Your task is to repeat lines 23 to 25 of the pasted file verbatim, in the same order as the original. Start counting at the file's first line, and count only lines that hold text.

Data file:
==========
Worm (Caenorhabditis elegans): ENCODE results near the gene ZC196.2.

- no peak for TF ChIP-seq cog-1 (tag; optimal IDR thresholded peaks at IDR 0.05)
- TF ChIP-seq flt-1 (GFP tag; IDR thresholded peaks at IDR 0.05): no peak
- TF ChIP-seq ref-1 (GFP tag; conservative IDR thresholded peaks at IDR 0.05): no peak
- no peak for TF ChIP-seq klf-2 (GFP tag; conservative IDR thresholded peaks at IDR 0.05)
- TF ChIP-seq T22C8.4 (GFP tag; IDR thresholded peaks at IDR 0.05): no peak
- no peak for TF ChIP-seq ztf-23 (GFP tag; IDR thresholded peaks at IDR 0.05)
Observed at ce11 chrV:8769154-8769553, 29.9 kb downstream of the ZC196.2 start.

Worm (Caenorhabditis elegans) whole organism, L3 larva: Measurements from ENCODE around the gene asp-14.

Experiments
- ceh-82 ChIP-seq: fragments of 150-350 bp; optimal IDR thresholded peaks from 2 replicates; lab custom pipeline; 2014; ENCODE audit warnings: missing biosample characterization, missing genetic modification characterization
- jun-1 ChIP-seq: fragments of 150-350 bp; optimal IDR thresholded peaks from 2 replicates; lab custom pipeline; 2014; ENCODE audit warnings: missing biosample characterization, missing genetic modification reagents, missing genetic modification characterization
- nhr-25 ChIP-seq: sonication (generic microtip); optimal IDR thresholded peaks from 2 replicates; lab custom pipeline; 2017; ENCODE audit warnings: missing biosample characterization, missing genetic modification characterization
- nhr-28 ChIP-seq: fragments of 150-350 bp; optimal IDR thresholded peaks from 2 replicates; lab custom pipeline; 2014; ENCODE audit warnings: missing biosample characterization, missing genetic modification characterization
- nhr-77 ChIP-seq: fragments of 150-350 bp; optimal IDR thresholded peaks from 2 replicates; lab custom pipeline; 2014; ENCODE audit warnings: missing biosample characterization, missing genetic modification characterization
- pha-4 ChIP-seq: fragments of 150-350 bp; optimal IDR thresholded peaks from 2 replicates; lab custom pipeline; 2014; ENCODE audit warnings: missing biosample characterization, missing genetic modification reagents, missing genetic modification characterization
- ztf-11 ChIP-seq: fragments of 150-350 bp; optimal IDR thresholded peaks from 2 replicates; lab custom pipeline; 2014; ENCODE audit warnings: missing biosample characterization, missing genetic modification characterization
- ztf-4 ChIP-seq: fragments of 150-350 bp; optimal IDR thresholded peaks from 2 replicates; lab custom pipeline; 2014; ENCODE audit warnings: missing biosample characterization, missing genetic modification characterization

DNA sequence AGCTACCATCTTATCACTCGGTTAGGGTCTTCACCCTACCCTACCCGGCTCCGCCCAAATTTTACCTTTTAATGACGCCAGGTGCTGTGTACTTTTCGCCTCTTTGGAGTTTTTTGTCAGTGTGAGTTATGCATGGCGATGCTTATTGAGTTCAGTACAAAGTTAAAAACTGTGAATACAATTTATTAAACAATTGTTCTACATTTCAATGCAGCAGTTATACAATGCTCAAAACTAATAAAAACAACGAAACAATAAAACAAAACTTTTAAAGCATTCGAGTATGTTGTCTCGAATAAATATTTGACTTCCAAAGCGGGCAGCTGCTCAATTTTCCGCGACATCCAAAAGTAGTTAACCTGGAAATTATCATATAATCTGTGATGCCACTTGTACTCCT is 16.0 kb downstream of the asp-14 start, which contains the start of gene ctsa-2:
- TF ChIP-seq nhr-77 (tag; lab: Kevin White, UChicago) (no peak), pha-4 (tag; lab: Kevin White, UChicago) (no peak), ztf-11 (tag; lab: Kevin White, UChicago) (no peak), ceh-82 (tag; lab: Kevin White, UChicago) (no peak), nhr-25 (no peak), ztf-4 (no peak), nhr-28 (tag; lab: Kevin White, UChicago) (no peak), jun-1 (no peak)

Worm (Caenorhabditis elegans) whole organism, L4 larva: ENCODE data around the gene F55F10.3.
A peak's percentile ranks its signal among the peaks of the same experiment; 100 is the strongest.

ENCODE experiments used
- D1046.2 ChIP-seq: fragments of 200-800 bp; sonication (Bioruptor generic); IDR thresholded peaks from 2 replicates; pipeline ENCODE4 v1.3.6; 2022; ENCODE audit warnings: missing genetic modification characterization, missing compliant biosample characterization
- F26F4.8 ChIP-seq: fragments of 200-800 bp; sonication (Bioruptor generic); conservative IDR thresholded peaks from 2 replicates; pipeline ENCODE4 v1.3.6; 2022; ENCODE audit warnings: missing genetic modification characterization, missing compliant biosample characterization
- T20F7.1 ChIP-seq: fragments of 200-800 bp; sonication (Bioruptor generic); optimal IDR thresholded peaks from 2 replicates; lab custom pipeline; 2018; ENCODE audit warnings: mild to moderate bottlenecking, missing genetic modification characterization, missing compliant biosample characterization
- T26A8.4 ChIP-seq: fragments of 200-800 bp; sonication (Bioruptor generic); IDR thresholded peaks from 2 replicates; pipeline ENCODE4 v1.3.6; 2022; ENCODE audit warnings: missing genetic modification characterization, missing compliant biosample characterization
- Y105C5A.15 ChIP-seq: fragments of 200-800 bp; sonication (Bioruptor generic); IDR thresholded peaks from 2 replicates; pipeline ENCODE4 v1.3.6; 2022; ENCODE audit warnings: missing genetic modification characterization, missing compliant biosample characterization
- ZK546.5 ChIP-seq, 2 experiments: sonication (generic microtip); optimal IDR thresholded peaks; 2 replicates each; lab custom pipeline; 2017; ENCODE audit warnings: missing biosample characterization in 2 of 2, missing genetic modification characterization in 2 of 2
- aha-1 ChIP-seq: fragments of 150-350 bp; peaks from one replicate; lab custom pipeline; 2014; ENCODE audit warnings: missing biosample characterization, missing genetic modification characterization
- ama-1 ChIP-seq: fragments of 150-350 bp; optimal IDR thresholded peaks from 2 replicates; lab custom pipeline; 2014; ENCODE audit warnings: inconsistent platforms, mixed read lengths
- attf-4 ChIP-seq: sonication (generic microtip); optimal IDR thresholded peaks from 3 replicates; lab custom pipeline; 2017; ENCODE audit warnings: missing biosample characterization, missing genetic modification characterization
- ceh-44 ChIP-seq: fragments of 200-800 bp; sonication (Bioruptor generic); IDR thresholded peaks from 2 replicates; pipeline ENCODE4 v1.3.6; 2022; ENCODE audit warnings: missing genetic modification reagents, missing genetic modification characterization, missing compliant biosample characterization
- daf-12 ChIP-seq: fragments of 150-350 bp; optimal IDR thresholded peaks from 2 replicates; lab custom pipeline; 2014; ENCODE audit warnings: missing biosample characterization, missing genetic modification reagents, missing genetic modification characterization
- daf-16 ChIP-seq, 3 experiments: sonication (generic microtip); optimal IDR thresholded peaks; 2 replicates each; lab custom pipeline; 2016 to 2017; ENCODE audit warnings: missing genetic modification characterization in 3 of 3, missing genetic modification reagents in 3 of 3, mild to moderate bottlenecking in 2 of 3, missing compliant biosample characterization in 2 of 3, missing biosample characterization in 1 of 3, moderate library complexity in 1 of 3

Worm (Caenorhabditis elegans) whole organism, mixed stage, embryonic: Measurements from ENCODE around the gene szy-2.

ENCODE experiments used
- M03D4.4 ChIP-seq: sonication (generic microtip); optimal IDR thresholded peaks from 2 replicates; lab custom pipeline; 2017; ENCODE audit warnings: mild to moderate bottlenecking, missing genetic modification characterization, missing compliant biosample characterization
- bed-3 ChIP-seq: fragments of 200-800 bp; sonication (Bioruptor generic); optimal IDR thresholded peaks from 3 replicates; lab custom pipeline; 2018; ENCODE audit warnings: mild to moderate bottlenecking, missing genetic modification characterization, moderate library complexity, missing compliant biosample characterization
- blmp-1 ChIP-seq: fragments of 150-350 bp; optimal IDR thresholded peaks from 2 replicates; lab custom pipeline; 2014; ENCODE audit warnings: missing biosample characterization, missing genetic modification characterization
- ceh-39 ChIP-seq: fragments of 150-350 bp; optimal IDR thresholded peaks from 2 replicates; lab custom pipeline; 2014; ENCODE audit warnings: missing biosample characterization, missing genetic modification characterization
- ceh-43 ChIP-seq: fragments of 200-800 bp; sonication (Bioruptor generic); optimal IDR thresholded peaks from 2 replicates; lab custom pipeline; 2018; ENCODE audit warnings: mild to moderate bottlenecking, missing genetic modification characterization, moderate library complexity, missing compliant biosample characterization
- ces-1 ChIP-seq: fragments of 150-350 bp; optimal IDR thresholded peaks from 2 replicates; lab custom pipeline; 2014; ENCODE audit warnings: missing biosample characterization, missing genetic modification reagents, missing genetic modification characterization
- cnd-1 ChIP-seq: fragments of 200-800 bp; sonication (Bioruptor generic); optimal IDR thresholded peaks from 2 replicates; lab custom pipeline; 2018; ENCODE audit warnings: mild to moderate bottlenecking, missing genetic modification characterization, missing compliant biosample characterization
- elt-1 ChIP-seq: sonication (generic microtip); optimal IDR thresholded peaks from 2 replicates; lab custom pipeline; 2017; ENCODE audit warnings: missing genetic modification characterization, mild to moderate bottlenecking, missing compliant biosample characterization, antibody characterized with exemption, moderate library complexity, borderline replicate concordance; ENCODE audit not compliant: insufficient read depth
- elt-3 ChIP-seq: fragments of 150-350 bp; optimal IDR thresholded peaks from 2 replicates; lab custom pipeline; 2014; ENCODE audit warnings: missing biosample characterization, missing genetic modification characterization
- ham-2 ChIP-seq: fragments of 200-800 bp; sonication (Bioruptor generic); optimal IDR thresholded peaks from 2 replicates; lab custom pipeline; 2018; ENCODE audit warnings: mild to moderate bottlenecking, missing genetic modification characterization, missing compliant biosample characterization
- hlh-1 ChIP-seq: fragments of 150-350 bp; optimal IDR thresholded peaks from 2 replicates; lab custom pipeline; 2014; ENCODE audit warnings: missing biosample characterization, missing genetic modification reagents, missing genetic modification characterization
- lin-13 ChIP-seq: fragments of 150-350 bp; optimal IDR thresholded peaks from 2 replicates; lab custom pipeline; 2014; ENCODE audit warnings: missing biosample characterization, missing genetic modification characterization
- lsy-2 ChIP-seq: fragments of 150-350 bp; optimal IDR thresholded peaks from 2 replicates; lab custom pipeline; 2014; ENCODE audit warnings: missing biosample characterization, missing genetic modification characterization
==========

ENCODE experiments used
- D1046.2 ChIP-seq: fragments of 200-800 bp; sonication (Bioruptor generic); IDR thresholded peaks from 2 replicates; pipeline ENCODE4 v1.3.6; 2022; ENCODE audit warnings: missing genetic modification characterization, missing compliant biosample characterization
- F26F4.8 ChIP-seq: fragments of 200-800 bp; sonication (Bioruptor generic); conservative IDR thresholded peaks from 2 replicates; pipeline ENCODE4 v1.3.6; 2022; ENCODE audit warnings: missing genetic modification characterization, missing compliant biosample characterization